An exploratory/descriptive look at gender differences in technology self-efficacy and academic self-efficacy in the GlobalEd Project

Date of Completion

January 2002


Education, Educational Psychology|Education, Secondary|Education, Technology of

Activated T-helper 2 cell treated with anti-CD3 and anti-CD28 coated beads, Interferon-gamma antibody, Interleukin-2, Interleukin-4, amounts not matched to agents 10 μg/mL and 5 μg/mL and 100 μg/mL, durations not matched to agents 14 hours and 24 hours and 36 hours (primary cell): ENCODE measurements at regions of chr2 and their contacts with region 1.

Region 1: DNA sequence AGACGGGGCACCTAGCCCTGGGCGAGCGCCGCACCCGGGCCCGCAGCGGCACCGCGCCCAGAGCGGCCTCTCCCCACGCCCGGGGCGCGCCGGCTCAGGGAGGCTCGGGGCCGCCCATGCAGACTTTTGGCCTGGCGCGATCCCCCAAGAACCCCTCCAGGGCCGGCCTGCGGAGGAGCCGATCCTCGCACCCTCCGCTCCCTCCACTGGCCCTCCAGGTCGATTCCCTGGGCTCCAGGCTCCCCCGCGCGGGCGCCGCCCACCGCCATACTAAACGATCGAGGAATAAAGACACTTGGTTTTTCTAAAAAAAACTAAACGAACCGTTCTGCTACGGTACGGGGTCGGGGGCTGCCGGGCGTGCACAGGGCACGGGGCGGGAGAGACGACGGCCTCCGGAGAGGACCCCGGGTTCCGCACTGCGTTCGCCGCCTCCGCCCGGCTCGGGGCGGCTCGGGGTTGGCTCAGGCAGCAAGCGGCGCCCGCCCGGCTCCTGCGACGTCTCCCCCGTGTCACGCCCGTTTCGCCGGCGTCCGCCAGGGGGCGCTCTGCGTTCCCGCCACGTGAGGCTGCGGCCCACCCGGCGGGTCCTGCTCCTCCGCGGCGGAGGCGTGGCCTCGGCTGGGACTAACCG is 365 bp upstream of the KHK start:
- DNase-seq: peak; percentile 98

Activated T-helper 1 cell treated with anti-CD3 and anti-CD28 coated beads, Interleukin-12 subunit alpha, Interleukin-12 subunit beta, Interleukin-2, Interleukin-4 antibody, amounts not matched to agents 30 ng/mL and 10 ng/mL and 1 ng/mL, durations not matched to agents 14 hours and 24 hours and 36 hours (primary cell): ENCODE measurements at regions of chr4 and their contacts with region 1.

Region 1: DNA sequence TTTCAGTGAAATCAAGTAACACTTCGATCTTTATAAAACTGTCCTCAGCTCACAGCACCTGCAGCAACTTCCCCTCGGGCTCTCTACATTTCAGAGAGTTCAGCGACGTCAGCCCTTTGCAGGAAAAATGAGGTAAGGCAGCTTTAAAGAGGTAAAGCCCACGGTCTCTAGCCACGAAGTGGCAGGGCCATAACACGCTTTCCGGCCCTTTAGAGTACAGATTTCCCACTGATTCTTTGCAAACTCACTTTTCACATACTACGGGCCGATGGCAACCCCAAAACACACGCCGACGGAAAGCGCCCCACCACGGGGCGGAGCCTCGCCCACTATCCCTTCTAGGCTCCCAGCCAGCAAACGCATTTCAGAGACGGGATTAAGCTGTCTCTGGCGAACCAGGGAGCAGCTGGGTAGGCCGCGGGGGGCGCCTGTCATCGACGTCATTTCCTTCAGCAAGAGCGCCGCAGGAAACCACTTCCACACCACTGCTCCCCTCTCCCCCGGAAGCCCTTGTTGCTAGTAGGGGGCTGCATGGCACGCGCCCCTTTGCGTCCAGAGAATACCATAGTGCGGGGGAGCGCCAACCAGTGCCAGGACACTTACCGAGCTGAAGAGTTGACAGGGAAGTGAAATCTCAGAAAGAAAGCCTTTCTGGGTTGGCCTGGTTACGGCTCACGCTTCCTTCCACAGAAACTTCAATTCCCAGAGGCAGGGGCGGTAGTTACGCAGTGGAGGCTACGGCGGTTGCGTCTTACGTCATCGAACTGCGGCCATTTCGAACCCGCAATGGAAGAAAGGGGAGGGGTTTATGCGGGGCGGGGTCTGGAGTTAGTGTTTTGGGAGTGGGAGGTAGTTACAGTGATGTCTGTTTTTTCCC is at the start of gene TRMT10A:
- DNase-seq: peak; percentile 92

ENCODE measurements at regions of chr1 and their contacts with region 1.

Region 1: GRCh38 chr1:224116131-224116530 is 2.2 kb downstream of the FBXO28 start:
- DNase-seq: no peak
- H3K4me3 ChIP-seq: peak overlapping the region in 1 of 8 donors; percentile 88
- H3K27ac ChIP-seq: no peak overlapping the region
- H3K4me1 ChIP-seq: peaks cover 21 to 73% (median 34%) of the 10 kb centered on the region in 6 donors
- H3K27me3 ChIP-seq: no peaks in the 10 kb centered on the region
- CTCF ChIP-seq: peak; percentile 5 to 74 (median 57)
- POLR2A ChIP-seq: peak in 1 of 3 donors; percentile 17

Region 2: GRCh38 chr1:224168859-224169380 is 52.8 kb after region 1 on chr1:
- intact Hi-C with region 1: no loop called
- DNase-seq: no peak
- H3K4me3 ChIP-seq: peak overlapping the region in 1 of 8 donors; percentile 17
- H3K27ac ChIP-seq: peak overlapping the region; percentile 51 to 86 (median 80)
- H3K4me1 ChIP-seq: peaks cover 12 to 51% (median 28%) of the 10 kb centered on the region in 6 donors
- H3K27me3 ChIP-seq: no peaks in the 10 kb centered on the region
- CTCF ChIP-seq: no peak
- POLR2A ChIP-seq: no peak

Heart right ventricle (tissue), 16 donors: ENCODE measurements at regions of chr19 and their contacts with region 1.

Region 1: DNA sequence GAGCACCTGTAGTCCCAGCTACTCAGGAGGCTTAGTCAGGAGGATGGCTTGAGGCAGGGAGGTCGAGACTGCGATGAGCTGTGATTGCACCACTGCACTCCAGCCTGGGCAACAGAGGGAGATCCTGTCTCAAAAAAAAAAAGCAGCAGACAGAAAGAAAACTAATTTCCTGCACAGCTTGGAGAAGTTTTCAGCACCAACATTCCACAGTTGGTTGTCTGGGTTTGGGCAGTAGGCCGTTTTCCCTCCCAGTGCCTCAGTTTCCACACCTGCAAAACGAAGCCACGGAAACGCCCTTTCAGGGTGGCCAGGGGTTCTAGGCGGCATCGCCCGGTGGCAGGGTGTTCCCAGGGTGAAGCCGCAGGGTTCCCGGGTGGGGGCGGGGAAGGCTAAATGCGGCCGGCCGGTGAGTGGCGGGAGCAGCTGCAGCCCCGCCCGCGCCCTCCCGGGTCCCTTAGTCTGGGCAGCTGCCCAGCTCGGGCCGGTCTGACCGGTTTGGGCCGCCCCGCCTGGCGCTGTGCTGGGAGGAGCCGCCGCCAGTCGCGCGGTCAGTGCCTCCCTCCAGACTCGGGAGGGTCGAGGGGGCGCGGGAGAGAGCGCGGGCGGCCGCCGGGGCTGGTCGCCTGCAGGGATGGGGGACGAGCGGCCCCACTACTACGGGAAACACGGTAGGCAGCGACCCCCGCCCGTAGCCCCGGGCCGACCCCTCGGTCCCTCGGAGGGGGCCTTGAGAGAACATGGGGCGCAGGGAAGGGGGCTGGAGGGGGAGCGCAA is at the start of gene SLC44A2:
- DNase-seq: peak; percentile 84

The infusion of technology into today's educational environment is pervasive. Technology is increasingly being used across all academic levels in a wide variety of ways, not only as the curriculum but also as a tool to enhance learning in a multitude of subject areas. With this increased utilization, the role of technology self-efficacy and academic self-efficacy in the lives of today's students appears to be important. According to Busch (1995), “Gender differences with regard to perceived self-efficacy expectations and attitudes towards computers represents an important issue in the area of computer education” (p. 147). The increasing proliferation of technology and the current lack of equality between the genders regarding technology suggest that more attention needs to be given to addressing this lack of parity. ^ The purpose of the present investigation was to explore whether parity existed between genders in the constructs of technology and academic self-efficacy and what factors may be of influence. The context for this study was the GlobalEd Project, a classroom based, problem-based simulation that uses technologies such as email, and synchronous and asynchronous discussion areas to facilitate communication between groups of students at various high school locations who represent different countries for a period of six weeks. ^ Data for this investigation were obtained from a group of 231 high school students from the northeastern United States. Participants completed a student information, technology self-efficacy and academic self-efficacy questionnaire both before and after participating in the GlobalEd project. Results from this investigation indicated that males reported statistically significant higher levels of technology self-efficacy both at pre-test and post-test (p < 0.05). Academic self-efficacy measures indicated that females had statistically significant higher self-efficacy at both pre and post-test (p < 0.05). Significant gender differences were also detected for reports of average amount of time spent on the internet, average amount of time spent on homework, and willingness to participate in another technology intensive course. The findings of the current investigation are consistent with the literature regarding gender differences as described by Halpern (2000). ^